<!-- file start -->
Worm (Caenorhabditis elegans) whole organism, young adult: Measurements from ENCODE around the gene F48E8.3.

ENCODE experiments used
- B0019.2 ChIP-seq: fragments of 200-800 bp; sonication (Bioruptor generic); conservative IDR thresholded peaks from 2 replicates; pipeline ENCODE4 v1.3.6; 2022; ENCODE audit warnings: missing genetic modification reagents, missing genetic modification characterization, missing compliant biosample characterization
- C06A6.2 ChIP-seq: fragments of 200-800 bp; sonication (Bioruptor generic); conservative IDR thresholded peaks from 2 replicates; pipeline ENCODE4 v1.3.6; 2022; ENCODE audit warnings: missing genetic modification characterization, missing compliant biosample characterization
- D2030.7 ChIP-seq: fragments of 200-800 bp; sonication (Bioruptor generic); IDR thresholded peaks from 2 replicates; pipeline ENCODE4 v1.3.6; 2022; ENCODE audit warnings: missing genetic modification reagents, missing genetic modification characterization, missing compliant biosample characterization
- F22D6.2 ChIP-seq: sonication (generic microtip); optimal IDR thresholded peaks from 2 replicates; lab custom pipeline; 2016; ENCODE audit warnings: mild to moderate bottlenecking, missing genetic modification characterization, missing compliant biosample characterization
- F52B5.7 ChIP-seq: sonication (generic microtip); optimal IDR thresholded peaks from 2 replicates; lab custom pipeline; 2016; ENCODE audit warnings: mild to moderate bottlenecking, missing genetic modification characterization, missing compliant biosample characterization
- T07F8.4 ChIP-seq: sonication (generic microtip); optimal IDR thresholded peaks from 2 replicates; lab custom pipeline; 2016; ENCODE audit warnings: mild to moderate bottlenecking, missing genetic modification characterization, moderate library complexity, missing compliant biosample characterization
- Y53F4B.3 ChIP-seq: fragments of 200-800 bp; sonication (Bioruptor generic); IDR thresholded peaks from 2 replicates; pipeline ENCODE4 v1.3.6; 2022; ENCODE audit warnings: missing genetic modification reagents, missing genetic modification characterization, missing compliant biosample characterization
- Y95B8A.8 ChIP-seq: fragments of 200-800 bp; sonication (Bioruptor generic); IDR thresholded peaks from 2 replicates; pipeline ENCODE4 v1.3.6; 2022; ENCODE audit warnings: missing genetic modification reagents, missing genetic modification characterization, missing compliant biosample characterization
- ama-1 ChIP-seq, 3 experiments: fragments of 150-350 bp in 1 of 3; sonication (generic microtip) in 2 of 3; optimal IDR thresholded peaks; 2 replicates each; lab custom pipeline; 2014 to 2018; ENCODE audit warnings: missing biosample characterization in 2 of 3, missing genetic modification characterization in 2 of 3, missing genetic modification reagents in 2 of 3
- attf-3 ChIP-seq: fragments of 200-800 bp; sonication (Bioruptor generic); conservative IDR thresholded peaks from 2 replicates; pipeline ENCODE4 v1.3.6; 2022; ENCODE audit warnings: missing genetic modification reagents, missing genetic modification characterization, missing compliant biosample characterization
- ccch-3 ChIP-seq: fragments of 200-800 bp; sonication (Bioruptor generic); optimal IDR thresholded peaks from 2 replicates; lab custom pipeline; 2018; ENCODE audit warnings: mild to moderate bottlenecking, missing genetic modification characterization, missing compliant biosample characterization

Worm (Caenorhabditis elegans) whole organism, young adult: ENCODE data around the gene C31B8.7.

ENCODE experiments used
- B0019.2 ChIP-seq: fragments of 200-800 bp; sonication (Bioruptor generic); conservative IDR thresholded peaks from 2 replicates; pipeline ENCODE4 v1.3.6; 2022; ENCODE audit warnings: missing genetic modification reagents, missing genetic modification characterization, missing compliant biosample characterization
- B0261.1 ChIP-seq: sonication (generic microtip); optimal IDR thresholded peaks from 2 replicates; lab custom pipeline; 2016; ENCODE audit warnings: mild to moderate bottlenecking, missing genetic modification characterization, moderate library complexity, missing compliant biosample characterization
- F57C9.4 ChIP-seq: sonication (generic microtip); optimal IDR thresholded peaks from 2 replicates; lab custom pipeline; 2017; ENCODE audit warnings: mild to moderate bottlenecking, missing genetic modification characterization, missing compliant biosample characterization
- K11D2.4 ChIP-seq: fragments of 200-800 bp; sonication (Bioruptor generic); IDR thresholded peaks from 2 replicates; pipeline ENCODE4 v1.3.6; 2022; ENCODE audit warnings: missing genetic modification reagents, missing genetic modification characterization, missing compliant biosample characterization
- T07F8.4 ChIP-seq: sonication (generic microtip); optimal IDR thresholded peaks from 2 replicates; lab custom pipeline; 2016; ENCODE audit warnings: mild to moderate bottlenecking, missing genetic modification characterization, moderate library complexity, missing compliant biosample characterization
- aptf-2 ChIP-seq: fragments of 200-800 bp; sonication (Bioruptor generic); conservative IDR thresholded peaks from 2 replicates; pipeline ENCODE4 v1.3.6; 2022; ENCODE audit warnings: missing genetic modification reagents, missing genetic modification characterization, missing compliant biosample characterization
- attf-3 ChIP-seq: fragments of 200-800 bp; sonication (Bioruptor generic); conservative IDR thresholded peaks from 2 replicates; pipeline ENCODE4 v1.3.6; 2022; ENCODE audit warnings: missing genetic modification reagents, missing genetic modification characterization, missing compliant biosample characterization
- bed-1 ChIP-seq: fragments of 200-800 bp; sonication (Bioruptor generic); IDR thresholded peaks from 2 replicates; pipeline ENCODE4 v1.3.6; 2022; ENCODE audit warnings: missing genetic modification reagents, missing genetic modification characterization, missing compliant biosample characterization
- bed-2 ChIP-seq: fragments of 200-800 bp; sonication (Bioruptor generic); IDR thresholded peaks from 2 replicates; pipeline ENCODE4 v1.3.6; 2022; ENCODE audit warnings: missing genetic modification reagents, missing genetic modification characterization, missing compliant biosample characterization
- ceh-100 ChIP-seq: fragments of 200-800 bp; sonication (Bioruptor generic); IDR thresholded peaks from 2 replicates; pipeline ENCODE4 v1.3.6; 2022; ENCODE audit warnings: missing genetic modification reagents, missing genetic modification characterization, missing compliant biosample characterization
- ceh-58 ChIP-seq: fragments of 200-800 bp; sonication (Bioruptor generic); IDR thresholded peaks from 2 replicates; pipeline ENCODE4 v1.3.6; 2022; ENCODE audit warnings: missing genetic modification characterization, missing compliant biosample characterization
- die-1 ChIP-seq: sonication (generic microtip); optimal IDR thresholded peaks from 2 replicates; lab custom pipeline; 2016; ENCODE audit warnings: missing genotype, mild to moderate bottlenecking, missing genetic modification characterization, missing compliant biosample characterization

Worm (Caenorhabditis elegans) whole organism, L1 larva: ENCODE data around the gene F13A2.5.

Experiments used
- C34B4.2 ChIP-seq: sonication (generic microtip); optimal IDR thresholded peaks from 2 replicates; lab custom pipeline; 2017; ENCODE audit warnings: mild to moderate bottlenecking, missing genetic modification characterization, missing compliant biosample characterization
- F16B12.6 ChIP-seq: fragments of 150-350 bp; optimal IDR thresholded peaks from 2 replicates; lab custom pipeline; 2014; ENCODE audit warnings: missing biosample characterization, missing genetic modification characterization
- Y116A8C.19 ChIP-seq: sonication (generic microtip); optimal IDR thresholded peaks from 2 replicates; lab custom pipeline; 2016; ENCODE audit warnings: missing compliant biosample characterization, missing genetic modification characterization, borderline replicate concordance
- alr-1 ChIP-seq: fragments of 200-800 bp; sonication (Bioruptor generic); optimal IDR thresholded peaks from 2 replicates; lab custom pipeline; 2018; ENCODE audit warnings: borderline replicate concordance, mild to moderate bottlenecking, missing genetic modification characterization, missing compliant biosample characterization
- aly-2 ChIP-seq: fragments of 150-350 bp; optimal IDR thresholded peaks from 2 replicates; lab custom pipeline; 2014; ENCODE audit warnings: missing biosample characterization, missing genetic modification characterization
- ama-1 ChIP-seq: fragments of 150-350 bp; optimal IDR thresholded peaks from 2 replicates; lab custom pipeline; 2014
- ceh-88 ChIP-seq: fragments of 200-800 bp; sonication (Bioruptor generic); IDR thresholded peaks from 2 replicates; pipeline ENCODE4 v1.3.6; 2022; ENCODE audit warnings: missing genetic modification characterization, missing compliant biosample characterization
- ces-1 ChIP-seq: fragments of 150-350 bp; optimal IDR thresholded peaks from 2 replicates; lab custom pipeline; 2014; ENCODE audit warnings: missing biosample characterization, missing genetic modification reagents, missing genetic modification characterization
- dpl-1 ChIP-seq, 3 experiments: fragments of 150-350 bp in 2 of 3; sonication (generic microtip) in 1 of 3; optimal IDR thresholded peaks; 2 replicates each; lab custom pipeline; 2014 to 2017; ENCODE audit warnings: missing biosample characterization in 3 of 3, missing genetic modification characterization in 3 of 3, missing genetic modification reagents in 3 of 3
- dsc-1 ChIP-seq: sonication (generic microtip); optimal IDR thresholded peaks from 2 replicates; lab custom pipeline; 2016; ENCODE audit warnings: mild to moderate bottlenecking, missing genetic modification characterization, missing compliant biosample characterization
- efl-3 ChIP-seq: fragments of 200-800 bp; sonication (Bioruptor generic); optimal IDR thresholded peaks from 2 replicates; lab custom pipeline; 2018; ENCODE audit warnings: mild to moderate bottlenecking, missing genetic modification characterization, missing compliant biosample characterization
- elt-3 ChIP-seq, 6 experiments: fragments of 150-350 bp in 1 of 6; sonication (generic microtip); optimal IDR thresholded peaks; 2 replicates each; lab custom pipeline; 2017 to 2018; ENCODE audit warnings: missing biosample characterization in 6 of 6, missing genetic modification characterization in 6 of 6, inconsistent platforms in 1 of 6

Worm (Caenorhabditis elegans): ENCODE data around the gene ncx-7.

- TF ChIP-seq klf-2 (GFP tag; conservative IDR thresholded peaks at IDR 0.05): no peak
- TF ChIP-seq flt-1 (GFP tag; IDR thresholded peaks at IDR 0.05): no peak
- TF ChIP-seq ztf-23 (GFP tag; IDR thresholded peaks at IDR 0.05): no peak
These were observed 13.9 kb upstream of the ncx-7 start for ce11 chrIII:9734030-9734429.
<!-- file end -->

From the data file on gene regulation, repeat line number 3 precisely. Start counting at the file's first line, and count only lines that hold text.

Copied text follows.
- B0019.2 ChIP-seq: fragments of 200-800 bp; sonication (Bioruptor generic); conservative IDR thresholded peaks from 2 replicates; pipeline ENCODE4 v1.3.6; 2022; ENCODE audit warnings: missing genetic modification reagents, missing genetic modification characterization, missing compliant biosample characterization